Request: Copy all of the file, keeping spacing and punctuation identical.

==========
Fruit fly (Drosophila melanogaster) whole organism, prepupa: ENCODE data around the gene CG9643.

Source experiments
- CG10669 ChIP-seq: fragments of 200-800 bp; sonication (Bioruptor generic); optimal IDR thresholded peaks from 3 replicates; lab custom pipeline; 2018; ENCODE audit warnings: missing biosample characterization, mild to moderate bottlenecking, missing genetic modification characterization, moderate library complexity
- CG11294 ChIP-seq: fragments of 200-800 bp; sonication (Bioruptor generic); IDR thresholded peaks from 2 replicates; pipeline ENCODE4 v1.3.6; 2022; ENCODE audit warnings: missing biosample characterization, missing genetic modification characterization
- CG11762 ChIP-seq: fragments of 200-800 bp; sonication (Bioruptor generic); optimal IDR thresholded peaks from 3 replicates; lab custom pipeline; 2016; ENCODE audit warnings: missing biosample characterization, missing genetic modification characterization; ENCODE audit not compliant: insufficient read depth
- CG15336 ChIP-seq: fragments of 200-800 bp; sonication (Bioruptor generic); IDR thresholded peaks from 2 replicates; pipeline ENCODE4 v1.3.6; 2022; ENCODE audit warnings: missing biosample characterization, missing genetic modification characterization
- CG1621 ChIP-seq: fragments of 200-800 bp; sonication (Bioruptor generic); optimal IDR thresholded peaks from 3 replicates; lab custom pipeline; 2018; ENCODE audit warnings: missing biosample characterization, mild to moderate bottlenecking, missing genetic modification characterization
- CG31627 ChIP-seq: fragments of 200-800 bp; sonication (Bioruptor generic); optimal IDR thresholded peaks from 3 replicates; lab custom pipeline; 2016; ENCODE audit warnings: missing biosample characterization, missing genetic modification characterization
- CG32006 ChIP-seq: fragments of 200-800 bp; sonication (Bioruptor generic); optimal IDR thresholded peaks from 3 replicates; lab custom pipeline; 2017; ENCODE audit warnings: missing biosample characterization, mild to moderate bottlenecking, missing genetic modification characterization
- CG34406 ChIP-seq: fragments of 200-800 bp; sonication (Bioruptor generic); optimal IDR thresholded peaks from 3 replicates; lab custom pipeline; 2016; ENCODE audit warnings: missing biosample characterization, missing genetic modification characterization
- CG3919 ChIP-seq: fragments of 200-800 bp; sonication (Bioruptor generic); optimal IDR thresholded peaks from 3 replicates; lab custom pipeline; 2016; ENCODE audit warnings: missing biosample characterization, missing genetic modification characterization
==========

Fruit fly (Drosophila melanogaster) whole organism, prepupa: ENCODE data around the gene CG9643.

Source experiments
- CG10669 ChIP-seq: fragments of 200-800 bp; sonication (Bioruptor generic); optimal IDR thresholded peaks from 3 replicates; lab custom pipeline; 2018; ENCODE audit warnings: missing biosample characterization, mild to moderate bottlenecking, missing genetic modification characterization, moderate library complexity
- CG11294 ChIP-seq: fragments of 200-800 bp; sonication (Bioruptor generic); IDR thresholded peaks from 2 replicates; pipeline ENCODE4 v1.3.6; 2022; ENCODE audit warnings: missing biosample characterization, missing genetic modification characterization
- CG11762 ChIP-seq: fragments of 200-800 bp; sonication (Bioruptor generic); optimal IDR thresholded peaks from 3 replicates; lab custom pipeline; 2016; ENCODE audit warnings: missing biosample characterization, missing genetic modification characterization; ENCODE audit not compliant: insufficient read depth
- CG15336 ChIP-seq: fragments of 200-800 bp; sonication (Bioruptor generic); IDR thresholded peaks from 2 replicates; pipeline ENCODE4 v1.3.6; 2022; ENCODE audit warnings: missing biosample characterization, missing genetic modification characterization
- CG1621 ChIP-seq: fragments of 200-800 bp; sonication (Bioruptor generic); optimal IDR thresholded peaks from 3 replicates; lab custom pipeline; 2018; ENCODE audit warnings: missing biosample characterization, mild to moderate bottlenecking, missing genetic modification characterization
- CG31627 ChIP-seq: fragments of 200-800 bp; sonication (Bioruptor generic); optimal IDR thresholded peaks from 3 replicates; lab custom pipeline; 2016; ENCODE audit warnings: missing biosample characterization, missing genetic modification characterization
- CG32006 ChIP-seq: fragments of 200-800 bp; sonication (Bioruptor generic); optimal IDR thresholded peaks from 3 replicates; lab custom pipeline; 2017; ENCODE audit warnings: missing biosample characterization, mild to moderate bottlenecking, missing genetic modification characterization
- CG34406 ChIP-seq: fragments of 200-800 bp; sonication (Bioruptor generic); optimal IDR thresholded peaks from 3 replicates; lab custom pipeline; 2016; ENCODE audit warnings: missing biosample characterization, missing genetic modification characterization
- CG3919 ChIP-seq: fragments of 200-800 bp; sonication (Bioruptor generic); optimal IDR thresholded peaks from 3 replicates; lab custom pipeline; 2016; ENCODE audit warnings: missing biosample characterization, missing genetic modification characterization